Director: Joachim Trier Starring: Renate Reinsve, Anders Danielsen Lie, Herbert Nordrum Running Time: 128 minutes
In a central scene of Joachim Trier’s The Worst Person in the World, our heroine Julie runs through streets frozen in time, leaving the boyfriend with whom she has no real future to pursue Eivand, the fun free-spirit who she’s been fixated on since sharing an enchanted evening together. It looks every bit like classic rom-com imagery; the dash to the airport, the gallivant of lovers towards each other on a beach or a sunny field, and it’s why the image of Julie’s run is so dominant in the film’s posters, trailers and press materials. And it’s romantic, and it’s exciting, but the essential, electrifying quality of the must-see Worst Person is in how scenes like this don’t capture the truth of the romance – what rom-com does? – but in the feeling. Julie’s ecstatic expression captures something that viewers may have commonly felt themselves, further than the thrill of romance, the thrill of feeling certain that anything is happening to them at all.
We follow Julie through her mid-twenties into her early-thirties, her life divided into the kind of chapters that we only see in our lives in plenty of hindsight. She flits around various of study, drifts from one passingly satisfying relationship to the next, she absent-mindedly tries to shape who she is and wants to be. A big shift comes though, when she meets successful cartoonist Aksel, an older man who tells her after sex that he doesn’t want a relationship, that they’re only going to hurt each other. Quickly, they’re in love.
Aksel is older, pretty sure he wants kids. Julie is younger, unsure of her place in his older life, and pretty sure she doesn’t. She wants more, whatever it is and the reason we don’t sing loud and proud about our wants like Disney characters is that we can’t quite put our finger on it. Does she want Eivand? Their sexy, flirty, fantastical first meeting suggest so; Trier embiggens the vibe shift in slow-mo smoke rings, fuck-eye lighting and indie darling dialogue. Somewhere in the space between the two men and the years that pass after she meets them, Julie tries to make some sense of herself.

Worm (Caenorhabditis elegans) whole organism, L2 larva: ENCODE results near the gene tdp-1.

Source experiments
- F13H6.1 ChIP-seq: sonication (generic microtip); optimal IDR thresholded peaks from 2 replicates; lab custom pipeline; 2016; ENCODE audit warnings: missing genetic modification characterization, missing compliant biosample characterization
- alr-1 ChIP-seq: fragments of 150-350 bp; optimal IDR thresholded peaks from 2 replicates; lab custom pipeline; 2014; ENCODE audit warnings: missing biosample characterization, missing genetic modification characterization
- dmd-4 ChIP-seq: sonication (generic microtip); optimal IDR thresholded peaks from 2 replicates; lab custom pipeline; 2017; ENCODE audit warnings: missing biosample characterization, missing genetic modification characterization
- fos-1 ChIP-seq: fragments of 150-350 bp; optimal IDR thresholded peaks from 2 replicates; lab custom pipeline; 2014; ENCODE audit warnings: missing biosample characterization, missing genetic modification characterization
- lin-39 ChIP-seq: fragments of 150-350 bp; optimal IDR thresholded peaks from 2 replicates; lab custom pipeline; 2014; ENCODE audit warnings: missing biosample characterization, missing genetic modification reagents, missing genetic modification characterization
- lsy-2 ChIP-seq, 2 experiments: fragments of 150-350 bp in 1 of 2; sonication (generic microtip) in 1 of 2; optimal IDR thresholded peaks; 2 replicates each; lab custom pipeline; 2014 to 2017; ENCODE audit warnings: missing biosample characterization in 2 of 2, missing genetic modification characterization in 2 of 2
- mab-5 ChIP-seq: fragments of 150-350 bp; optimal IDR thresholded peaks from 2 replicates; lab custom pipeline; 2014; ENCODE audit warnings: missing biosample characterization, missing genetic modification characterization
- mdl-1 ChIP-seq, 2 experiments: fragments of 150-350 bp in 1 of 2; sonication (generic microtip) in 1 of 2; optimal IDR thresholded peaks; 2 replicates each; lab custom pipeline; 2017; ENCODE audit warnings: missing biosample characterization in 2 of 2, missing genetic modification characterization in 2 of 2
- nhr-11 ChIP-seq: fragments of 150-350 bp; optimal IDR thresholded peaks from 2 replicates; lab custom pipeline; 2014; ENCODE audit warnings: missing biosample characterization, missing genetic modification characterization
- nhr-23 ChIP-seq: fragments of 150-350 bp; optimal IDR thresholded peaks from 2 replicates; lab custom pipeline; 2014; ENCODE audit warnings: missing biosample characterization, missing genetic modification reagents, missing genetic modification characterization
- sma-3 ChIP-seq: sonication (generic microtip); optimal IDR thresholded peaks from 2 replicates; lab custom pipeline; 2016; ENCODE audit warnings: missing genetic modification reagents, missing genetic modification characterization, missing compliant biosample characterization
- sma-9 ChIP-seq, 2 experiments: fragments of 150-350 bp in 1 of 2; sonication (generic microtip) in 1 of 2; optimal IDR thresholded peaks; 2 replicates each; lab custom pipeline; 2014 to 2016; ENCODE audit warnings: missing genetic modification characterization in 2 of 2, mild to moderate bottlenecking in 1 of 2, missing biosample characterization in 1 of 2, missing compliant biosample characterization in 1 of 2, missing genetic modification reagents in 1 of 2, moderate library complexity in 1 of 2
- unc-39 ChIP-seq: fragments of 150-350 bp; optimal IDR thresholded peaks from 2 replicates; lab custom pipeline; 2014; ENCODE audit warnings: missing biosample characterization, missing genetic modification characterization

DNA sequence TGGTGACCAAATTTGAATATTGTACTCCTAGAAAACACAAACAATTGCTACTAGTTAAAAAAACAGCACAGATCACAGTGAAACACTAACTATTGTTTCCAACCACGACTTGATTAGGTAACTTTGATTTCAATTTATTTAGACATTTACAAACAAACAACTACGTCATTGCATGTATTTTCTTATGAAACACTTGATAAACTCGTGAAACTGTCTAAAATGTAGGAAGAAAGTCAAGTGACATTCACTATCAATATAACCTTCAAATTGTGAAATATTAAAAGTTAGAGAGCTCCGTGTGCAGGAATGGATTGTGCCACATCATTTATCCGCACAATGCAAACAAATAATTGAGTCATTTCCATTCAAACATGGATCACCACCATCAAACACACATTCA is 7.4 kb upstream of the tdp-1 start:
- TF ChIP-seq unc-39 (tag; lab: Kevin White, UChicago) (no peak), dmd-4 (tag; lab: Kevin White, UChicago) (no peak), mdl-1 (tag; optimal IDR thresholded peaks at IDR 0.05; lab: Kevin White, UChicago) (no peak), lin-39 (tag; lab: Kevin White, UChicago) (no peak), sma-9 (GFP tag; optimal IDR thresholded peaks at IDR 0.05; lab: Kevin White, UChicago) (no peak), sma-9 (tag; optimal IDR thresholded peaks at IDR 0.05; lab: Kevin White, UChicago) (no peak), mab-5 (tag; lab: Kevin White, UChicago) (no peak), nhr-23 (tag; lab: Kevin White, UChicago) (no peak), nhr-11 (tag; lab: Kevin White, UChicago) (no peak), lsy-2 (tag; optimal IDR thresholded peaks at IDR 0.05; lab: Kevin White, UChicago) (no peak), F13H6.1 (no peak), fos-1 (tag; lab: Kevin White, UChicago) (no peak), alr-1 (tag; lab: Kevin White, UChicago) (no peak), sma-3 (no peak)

Though the film is far-reaching in both its timeline and the topics it addresses – every modern anxiety seems touched upon from sexual politics to sexual harassment to our rapidly decaying environment, Worst Person stays grounded thanks to the fantastic performance of Reinsve as Julia. She’s a mirror of Julie’s mindset to bounce back at the camera, a true millennial main character who shifts between alienation and feeling like the Main Character. When bored and lonely at a stuffy artsy party, Reinsve’s stance stiffens, elegant, all Hollywood glamour caught in the middle of Kasper Tuxen’s cinematography.
Reinsve’s body language when the men in her life contradict her, condescend to her or ignore her isn’t so much stiffened, but stilted, the halted hesitancy of the mortifying ideal of so many 21st century individuals. It’s that feeling, over every interaction, every individual, every chapter, that you are doing the wrong thing, all of the time. That you are, well, the worst. Trier and Reinsve and her perfectly pitched leading men, two carefully balanced and believable performances from Nordrum and Danielsen Lie capture the uncertainty of the young person who suddenly isn’t young any more, the vertigo of finding yourself either completely frozen, or flung forward in seconds. It’s the reality that we can never really know who we are, or where we are.
In the face of that uncertainty, we often tell ourselves is the harshest, and therefore most definitive answer. But in the free feeling of moving forwards in Julia’s iconic run, in the thrill of her indiscretions, in the full feeling of the joy and empathy and growth and everything else, we see something brilliant, and human. We see the best.(5 / 5)